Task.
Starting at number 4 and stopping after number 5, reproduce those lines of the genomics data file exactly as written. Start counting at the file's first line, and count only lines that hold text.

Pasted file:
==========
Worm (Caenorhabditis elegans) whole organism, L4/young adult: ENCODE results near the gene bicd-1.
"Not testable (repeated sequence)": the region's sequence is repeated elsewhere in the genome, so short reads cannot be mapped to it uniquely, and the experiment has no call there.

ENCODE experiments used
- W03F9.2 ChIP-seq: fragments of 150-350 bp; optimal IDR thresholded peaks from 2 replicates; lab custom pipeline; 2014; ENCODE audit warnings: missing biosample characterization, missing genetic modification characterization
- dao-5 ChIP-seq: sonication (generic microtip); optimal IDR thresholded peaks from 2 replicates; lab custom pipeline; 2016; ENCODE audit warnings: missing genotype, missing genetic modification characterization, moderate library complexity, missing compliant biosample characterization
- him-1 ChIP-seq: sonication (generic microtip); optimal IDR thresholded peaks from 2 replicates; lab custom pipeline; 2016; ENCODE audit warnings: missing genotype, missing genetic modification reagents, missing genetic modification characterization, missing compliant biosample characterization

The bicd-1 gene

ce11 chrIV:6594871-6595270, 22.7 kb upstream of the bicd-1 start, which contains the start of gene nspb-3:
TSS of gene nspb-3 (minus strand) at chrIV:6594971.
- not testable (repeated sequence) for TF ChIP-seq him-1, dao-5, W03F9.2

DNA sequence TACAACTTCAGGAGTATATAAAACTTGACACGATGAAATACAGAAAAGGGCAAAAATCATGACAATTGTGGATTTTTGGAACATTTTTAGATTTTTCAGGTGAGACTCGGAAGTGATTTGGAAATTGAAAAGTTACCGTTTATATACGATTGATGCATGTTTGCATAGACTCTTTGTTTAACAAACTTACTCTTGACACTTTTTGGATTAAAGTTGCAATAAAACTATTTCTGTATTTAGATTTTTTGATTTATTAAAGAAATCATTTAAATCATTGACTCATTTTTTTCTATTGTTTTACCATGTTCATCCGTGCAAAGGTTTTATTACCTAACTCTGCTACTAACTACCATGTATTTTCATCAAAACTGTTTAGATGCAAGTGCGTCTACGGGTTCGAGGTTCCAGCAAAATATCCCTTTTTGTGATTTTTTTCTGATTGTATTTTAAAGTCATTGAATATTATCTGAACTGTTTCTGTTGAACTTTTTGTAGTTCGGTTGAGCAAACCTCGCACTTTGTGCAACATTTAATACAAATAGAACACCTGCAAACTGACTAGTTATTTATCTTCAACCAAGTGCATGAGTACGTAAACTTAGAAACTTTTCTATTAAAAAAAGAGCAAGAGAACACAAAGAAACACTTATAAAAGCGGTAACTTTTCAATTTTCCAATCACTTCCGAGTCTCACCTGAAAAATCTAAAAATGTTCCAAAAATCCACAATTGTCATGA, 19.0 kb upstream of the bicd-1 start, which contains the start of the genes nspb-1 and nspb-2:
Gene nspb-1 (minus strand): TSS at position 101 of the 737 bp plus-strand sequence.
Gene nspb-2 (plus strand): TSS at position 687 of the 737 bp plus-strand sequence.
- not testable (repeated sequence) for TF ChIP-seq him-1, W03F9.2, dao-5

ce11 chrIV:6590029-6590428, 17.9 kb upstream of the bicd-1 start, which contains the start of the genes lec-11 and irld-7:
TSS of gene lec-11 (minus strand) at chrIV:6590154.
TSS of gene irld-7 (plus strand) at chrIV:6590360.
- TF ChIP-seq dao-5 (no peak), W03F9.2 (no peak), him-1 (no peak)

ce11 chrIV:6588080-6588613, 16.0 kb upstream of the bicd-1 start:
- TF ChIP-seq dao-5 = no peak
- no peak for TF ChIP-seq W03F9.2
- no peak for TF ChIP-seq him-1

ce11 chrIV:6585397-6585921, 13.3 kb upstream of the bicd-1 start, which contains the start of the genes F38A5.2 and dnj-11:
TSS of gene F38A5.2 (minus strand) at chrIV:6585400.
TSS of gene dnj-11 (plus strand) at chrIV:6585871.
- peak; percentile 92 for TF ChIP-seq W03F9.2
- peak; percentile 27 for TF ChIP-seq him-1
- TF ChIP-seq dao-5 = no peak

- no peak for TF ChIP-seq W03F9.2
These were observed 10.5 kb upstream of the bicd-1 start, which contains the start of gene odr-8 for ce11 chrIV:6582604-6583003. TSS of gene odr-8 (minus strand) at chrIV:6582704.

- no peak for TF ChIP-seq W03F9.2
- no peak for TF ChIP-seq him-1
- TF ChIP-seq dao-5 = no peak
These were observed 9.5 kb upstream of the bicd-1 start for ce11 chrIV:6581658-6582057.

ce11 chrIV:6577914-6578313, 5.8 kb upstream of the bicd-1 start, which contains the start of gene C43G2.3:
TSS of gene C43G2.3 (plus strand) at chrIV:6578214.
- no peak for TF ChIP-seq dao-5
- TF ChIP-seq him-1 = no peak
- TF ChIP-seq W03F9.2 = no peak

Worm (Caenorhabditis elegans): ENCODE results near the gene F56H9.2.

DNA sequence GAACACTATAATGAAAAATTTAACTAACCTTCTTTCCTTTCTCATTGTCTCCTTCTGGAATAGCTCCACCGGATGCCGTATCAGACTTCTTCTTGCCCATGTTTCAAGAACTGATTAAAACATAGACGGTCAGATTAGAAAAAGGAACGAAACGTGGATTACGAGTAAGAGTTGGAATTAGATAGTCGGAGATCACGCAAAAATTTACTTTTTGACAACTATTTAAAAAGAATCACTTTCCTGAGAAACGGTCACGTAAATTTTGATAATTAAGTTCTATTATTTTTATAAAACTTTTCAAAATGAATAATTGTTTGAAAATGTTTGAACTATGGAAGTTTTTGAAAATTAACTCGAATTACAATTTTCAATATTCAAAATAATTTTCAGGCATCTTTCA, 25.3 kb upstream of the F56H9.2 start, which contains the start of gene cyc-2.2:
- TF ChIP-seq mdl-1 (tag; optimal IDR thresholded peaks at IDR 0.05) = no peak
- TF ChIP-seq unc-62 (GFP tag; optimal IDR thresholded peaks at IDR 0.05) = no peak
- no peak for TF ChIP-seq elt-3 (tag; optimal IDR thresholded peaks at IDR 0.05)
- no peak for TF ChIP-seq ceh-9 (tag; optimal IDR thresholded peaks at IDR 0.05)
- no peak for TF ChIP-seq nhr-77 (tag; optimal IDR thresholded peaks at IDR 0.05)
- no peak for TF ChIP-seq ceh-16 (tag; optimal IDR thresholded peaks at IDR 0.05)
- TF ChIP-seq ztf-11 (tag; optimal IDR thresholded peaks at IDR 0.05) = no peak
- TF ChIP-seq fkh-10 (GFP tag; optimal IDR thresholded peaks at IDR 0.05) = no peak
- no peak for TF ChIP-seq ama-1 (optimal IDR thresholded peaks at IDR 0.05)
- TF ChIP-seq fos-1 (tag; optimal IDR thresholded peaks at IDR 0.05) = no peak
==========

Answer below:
- W03F9.2 ChIP-seq: fragments of 150-350 bp; optimal IDR thresholded peaks from 2 replicates; lab custom pipeline; 2014; ENCODE audit warnings: missing biosample characterization, missing genetic modification characterization
- dao-5 ChIP-seq: sonication (generic microtip); optimal IDR thresholded peaks from 2 replicates; lab custom pipeline; 2016; ENCODE audit warnings: missing genotype, missing genetic modification characterization, moderate library complexity, missing compliant biosample characterization